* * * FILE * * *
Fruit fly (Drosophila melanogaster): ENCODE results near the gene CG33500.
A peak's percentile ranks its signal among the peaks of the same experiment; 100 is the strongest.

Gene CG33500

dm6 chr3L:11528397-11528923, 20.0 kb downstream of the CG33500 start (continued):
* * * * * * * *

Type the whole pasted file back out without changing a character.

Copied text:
Fruit fly (Drosophila melanogaster): ENCODE results near the gene CG33500.
A peak's percentile ranks its signal among the peaks of the same experiment; 100 is the strongest.

Gene CG33500

dm6 chr3L:11528397-11528923, 20.0 kb downstream of the CG33500 start (continued):